The concept of a smart home requires tiny innovations in unexpected places. Lights that turn on upon verbal request, air conditioning that adjusts remotely—this is the ever-evolving world of the home, in which everything is designed to think a little bit. The results are oftentimes brilliant; sometimes unnecessary, but it seems that eventually, almost every appliance in our homes will have a computerized, internet-connected brain.
Yoon Lee has been working on smart products at Samsung for over a decade as a Senior Vice President overseeing the American wing of their Product Innovation Team or “PIT,” an internal tech team dedicated to brainstorming ideas reflective of users from their part of the world. The group is composed of 20 people with expertise ranging from product design to commercialization. Together they create experimental products that facilitate easier living through technology.
Lee is the type of person who looks smart and talks fast—a fusion of business savvy with designer know-how, summarized by his choice of glasses. “Studying the market is really powerful. Studying the consumer is very powerful,” he explains from Samsung’s Mountain View campus—where the West coast PIT operation is located. Lee and his team’s design methodology balances this consumer need with internal requests from business units. This affords his team a fluid means of making. “It’s more organic,” he says. “It’s not super-structured.” This is helpful in making items for the home, since it’s much slower creating washing machines and dishwashers—products that aren’t as disposable as cell phones.
“Mobile, you have to stay on top,” Lee says. “Home? It’s a lot more paced.” That pace affords large windows for experimenting, whittling down an idea to its functional core. “We don’t believe in complexity,” Lee laughs, hinting at Samsung’s love of functional dualities. (This is how you end up with a television that looks like framed artwork and washers and dryers that can do two modes at once.) Rather the brand leans toward less fussy efforts that seem simple and small but have huge impacts on day-to-day dealings with smart technology.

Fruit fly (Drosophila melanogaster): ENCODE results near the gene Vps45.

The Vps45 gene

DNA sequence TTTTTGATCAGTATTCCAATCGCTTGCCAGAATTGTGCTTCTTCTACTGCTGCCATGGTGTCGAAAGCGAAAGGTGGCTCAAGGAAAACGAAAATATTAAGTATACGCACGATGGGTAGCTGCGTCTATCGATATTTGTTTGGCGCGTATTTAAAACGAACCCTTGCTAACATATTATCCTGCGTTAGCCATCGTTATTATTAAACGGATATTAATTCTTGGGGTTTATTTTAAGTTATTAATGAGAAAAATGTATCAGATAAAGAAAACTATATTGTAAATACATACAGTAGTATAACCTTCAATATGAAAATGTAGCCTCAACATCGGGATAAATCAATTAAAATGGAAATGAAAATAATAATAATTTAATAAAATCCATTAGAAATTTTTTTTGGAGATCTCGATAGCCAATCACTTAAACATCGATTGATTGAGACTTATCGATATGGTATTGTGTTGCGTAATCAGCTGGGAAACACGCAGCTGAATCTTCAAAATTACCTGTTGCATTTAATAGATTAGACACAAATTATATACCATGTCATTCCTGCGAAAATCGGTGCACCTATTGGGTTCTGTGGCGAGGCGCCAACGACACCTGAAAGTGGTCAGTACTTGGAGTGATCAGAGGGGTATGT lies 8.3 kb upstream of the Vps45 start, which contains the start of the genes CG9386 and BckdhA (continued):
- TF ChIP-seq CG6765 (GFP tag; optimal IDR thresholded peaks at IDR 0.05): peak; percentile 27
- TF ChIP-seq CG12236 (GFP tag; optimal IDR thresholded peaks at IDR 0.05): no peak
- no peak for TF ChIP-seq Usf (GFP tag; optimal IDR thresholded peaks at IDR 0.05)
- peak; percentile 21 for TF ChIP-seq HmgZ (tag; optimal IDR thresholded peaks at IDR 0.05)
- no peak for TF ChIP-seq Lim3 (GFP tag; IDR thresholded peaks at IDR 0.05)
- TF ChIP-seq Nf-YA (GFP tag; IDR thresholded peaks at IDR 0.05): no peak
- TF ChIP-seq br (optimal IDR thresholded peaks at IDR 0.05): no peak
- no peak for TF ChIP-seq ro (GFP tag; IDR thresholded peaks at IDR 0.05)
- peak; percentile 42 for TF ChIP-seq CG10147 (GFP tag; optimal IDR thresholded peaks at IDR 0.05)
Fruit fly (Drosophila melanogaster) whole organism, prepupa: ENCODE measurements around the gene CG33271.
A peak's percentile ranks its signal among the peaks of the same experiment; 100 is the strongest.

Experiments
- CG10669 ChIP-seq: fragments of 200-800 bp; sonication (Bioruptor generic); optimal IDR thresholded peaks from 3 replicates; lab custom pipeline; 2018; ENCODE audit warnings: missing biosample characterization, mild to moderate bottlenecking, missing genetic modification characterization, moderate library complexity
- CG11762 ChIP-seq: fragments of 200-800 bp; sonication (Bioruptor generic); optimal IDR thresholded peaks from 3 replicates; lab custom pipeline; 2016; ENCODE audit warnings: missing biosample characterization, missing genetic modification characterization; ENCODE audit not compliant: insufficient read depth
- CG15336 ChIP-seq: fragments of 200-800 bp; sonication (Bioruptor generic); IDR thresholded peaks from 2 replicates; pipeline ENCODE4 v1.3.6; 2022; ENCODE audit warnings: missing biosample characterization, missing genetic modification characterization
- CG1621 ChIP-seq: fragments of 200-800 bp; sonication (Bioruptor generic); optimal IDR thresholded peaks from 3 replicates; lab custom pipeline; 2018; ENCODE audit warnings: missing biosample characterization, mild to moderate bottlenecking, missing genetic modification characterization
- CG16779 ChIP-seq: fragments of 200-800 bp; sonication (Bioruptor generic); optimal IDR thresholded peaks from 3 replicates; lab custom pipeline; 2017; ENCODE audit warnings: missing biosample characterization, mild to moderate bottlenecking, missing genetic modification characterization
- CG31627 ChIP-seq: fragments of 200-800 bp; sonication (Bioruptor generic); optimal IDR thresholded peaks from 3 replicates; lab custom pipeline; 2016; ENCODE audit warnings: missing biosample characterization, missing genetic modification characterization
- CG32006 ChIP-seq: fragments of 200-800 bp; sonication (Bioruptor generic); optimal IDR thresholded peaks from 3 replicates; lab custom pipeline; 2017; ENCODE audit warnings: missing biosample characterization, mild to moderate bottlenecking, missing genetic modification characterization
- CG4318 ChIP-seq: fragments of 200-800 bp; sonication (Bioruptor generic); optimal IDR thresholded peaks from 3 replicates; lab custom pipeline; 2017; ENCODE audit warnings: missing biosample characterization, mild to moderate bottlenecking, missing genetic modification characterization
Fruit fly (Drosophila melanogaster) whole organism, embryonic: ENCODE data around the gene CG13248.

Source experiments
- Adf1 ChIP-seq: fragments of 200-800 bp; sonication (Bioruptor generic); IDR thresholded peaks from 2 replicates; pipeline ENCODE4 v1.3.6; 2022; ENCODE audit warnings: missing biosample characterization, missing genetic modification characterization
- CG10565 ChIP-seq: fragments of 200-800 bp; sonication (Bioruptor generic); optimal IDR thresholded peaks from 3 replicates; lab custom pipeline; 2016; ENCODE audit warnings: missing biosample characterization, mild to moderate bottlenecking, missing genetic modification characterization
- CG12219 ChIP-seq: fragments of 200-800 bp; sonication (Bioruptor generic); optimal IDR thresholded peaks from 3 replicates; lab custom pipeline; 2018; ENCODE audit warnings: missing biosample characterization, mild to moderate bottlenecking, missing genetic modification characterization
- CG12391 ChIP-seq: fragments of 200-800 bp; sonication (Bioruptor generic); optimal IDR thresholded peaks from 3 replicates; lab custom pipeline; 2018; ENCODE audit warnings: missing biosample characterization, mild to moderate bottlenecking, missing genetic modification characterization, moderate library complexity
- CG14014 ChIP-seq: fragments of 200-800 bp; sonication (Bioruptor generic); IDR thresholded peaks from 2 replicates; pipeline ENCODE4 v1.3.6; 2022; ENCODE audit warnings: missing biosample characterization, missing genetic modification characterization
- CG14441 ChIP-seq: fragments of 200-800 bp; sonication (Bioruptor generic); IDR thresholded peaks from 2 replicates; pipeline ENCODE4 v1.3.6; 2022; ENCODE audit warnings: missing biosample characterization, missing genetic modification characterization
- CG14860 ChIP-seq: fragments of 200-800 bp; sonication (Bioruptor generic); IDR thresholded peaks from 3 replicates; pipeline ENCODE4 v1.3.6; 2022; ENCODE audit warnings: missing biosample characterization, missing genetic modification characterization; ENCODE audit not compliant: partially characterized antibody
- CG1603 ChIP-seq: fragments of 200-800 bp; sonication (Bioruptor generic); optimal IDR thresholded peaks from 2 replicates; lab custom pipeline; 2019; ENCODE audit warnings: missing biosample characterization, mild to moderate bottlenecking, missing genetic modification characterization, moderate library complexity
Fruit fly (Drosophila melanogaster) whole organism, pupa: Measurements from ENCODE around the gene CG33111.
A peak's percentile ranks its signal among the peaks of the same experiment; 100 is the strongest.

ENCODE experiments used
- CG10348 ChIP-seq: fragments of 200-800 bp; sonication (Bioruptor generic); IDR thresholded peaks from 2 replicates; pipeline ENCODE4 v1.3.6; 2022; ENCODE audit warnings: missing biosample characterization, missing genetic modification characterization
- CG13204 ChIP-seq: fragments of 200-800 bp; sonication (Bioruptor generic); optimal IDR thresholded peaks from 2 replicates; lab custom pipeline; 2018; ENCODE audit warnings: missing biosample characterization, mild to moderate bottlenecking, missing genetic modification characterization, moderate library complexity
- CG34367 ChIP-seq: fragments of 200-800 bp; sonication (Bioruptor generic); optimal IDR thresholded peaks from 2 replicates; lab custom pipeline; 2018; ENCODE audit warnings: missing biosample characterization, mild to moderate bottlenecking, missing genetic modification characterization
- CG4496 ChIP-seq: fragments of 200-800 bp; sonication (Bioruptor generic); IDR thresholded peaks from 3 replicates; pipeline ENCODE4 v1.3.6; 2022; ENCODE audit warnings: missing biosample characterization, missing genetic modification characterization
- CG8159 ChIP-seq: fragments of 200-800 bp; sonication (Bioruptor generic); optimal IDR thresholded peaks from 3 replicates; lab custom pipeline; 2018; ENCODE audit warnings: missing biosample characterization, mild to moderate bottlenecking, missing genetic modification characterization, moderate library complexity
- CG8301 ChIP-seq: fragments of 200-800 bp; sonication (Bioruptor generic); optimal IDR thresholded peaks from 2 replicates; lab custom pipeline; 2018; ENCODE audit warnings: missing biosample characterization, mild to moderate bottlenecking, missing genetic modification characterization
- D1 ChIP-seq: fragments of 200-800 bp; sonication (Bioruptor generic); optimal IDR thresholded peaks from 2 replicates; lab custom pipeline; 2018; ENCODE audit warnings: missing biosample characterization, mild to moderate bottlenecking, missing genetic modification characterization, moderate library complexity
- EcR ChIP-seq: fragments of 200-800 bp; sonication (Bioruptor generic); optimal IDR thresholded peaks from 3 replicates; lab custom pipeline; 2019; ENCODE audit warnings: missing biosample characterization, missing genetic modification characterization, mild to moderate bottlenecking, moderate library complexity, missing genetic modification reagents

The most fascinating example of this is the Family Hub refrigerator. Now in its second generation, the Family Hub hopes to shift how you live and work in your kitchen by embedding a 1080p touchscreen onto a very customizable fridge door. The device can mirror video, time and articulate recipes, and access apps like Instacart to order food. One of the more novel features is an interior camera that offers glances inside your fridge. This may seem a little absurd, but is helpful when a user is grocery shopping but cannot remember if they have milk or not.
The Family Hub is also a great example of a product shaped by customer feedback. Using computerized sticky notes that sync between fridge and phone, Lee and his team found during testing that children who were too young for cell phones were communicating with parents via the fridge. “That was a pleasant surprise to find,” Lee says. “It solidifies that the fixed screen refrigerator is a real benefit. It’s a real interaction point that people feel secure about.” With plenty of connected apps, The Family Hub allows users to plan meals, coordinate schedules, doodle notes, create expiration reminders for items, plus (of course) alter temperatures and set timers. All of this is possible thanks to Lee and his team chipping away at user interaction in the hopes of bringing the future home. “It’s about the right experience,” Lee smiles. “Instead of the novelty of the concept.”
The Samsung Refrigerator with Family Hub is available in five different sizes.
Images courtesy of Samsung